Notable Microsoft Build announcements
Normally, I talk about my favorite update of the article. But this time, I’d like to talk a little bit about Microsoft Build 2020.
Due to the ongoing global COVID-19 crisis, this year’s Microsoft Build was an online-only event. It was a bit of an adjustment, but overall, the online experience was positively received by most virtual attendees.
Aside from the announcement of Microsoft Lists, there were a ton of updates about new and upcoming capabilities for Microsoft Teams (check out the Microsoft Build 2020 Book of News for a full list of announcements).
Some other updates that stood out to me were:
Microsoft Teams Templates
One of the reasons companies are using a provisioning solution to create teams is the lack of a proper template solution.
Microsoft is addressing this issue by launching a new template experience that will include the following options:
- Admins can define the channel structure, tabs, and apps that make up the new template.
- Industry-specific templates with predefined channels, apps, and guidance on how to customize and use it.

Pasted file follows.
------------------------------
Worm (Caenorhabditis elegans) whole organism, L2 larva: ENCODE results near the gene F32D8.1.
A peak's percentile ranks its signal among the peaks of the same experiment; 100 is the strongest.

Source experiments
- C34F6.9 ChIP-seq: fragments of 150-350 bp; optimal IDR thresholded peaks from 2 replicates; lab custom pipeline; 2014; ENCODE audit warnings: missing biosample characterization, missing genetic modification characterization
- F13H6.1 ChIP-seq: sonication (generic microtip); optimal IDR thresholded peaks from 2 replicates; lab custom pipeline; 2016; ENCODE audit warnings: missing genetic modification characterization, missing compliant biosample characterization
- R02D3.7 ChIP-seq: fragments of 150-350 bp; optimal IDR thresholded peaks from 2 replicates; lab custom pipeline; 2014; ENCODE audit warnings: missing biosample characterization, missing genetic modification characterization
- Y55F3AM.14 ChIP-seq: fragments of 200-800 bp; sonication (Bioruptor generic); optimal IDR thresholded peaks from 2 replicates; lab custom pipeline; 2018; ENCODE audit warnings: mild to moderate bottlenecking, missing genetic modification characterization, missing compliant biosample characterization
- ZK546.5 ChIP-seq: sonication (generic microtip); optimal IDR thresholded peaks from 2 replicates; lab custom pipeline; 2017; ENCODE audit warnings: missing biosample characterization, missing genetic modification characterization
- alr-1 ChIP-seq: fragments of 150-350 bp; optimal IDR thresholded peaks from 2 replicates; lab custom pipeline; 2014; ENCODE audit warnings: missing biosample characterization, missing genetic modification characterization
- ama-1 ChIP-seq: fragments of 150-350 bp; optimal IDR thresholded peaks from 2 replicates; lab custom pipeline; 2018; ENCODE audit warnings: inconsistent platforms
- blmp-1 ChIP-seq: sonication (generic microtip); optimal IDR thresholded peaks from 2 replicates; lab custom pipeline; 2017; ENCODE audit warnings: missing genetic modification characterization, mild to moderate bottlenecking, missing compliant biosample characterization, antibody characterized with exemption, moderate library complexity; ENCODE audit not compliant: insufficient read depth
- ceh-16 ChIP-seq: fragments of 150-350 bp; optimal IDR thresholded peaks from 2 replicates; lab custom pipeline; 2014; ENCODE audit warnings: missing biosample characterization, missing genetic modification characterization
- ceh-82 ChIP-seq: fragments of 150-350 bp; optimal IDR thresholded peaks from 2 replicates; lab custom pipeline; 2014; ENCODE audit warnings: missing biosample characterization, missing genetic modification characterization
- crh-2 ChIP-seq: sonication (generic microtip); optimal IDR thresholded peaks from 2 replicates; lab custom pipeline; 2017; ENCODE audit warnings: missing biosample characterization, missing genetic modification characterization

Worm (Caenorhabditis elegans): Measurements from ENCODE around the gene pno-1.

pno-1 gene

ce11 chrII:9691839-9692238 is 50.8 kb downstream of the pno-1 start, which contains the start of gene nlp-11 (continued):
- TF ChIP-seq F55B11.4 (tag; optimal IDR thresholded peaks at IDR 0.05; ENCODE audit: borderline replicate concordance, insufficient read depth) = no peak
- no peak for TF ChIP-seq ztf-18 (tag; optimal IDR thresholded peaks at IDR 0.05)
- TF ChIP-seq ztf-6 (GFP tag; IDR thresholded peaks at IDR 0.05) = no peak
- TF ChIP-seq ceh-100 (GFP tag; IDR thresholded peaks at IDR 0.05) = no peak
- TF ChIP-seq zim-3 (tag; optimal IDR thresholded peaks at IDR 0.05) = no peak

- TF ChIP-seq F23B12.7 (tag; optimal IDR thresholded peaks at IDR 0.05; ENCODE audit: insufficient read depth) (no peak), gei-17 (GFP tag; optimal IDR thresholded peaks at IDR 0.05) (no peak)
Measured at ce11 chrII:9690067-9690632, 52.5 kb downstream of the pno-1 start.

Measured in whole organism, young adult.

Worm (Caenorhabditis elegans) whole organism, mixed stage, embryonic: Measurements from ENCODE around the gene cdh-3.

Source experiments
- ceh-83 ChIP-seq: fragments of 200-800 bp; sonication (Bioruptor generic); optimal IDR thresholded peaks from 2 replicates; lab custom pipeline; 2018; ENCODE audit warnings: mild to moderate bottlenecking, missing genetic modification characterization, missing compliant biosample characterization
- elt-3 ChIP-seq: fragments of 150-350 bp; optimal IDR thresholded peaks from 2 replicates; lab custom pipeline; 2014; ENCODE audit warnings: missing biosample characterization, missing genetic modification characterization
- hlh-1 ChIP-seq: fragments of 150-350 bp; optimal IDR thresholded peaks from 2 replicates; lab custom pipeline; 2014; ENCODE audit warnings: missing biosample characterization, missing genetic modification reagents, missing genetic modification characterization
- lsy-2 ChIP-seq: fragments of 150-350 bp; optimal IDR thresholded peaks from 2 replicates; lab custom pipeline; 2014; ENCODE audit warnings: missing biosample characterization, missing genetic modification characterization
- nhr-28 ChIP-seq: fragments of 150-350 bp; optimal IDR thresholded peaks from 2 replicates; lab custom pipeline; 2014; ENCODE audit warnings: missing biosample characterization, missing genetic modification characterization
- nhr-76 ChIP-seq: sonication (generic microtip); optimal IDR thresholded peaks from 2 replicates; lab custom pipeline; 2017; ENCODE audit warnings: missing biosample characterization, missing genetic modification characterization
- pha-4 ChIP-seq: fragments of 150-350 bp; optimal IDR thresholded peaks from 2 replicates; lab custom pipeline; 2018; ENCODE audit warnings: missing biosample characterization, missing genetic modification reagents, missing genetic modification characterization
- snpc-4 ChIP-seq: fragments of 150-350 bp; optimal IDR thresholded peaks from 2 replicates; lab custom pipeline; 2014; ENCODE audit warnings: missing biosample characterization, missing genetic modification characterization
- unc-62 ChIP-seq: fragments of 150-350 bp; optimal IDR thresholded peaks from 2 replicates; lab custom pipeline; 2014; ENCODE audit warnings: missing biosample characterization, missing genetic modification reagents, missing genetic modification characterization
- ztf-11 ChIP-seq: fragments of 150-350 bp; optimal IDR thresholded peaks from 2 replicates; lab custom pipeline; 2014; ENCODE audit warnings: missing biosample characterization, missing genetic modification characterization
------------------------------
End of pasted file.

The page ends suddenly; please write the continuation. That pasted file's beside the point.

Looks good! I hope we can also apply pre-defined team settings, such as messaging and member options—not to mention a naming convention or expiration policy per template.
Unfortunately, no news yet about a release date (although if I had to guess, I would say end of Summer 2020). You can find more details in the Microsoft Tech Community blog post.
Enhanced automation capabilities
Microsoft also announced enhancements to the Power Platform, with new Power Automate triggers and actions built specifically for Teams.
The following features or updates are being introduced to better customize the Teams experience for end users and help them adapt to the new ways of working:
- Starting in June, creators will have a one-click “Add to Teams” experience in Power Apps, Power BI, and Power Virtual Agents.
- In July, a new Power Virtual Agents Teams app will be added to the Teams App Store—making it easier for bot creators to create and manage their bots for Teams.
- Power BI users can now share reports directly to Teams with a new “Share to Teams” button.
More Microsoft Build resources
Check out these resources to learn more about Microsoft Build 2020: